Admissions and Mental Health

By Nathaniel Counts

In our legal system, colleges may not make admissions decisions in order to ameliorate historical (or presumably other) inequalities, but may make decisions that take into account the particular situation of the applicant or that strive to create a diverse student body.  Justice Powell rejected the former two goals in Part IV of his Bakke opinion, which went uncontradicted in the Grutter opinion that followed it and, most recently, the Fisher opinion almost exclusively focused on the diversity justification.  Whether or not it appears in court opinions however, the issue of transformative justice is very much at stake – colleges, as the gatekeeper to many of the high honors and offices of our society, can control the distribution of a set of goods to the rising generation and decide how equally they are distributed among certain groups.  Here we will imagine that transformative justice is indeed the goal of affirmative action.

Colleges have two tools by which they can currently select among students based on disadvantage (historical or otherwise).  First, there is the demographic and socioeconomic information disclosed in the application.  Although these questions are optional, for those students who answer the questions, schools may use these answers as signals for disadvantage and take this into account.  Second, there is the essay questions, which frequently ask about an instance in which the applicant overcame adversity.  Here the applicant can demonstrate the degree of disadvantage experienced or explain some more nuanced disadvantage not revealed in the first part.

These two tools are far from perfect, but let us take our imagining further and envision a world in which colleges could accurately determine disadvantage.  If it decides to take on the latter, mental health may pose an insurmountable problem – individuals with intellectual disabilities may not be able to thrive in the setting offered by the institutions that select them.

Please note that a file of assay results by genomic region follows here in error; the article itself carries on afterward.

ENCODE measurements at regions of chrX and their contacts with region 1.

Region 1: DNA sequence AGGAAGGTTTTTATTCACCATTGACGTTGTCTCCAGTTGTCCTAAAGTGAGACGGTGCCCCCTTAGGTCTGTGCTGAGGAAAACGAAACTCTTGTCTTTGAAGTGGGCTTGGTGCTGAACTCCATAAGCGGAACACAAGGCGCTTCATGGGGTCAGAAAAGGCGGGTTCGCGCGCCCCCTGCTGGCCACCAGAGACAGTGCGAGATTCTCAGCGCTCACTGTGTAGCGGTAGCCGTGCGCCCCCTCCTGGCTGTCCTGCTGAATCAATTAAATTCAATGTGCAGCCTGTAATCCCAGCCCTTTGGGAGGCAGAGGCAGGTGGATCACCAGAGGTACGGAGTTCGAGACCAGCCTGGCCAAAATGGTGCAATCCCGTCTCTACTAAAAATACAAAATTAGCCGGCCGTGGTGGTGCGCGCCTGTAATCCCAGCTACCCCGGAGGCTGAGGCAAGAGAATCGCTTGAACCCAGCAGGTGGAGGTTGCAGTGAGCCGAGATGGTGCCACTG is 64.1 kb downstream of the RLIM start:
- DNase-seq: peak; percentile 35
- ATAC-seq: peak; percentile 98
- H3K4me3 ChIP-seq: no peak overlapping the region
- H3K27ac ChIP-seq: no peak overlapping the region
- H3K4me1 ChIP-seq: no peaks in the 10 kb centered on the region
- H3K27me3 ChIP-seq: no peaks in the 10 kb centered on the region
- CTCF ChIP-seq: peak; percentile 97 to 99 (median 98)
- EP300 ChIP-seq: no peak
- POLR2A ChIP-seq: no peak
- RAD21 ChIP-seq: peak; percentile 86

The answer may be that not all individuals need to go to college and that the honors and offices that colleges control to are only incentives so that someone will do those jobs deemed necessary for the continued functioning of society but are too taxing to believe that individuals would do them out of the goodness of their hearts.  Fair enough, but this still imposes a brutal inequality where individuals with intellectual disabilities (and other mental health issues that inhibit academic flourishing under the current regime) end up at the bottom of a social hierarchy, at least with regard to educational/economic status as a determinate of social status, through no fault of their own.  This is especially troubling given the notion of social determinants of health – being at the bottom of a social hierarchy may actually decrease these individuals’ life expectancies.  The system is actively hurting them.

All of this is to say that affirmative action is a sub-ideal method for transformative justice that would, even in its perfect form, still discriminate against individuals experiencing mental health issues and it would be more ideal for social status to be decoupled from educational attainment as conceived in our present regime in achieving equality.



Nathaniel Counts was a Student Fellow during the 2013-2014 academic year. At the time, he was in his third year at Harvard Law School. He was interested in the role of law and lawyers in the treatment of mental health issues, with a focus on behavioral disorders, including intersections with the criminal justice system. He was also interested in the use of a right to health care in human rights lawyering and international development. Nathaniel graduated from Johns Hopkins with a major in biology and a minor in entrepreneurship and management. Prior to law school, he studied creative writing at Bar-Ilan University in Israel. His past research focused on the federal government’s response to marijuana legalization, including recommendations for public health initiatives; he published an article on this subject in the Gonzaga Law Review in 2014.

Leave a Reply

This site uses Akismet to reduce spam. Learn how your comment data is processed.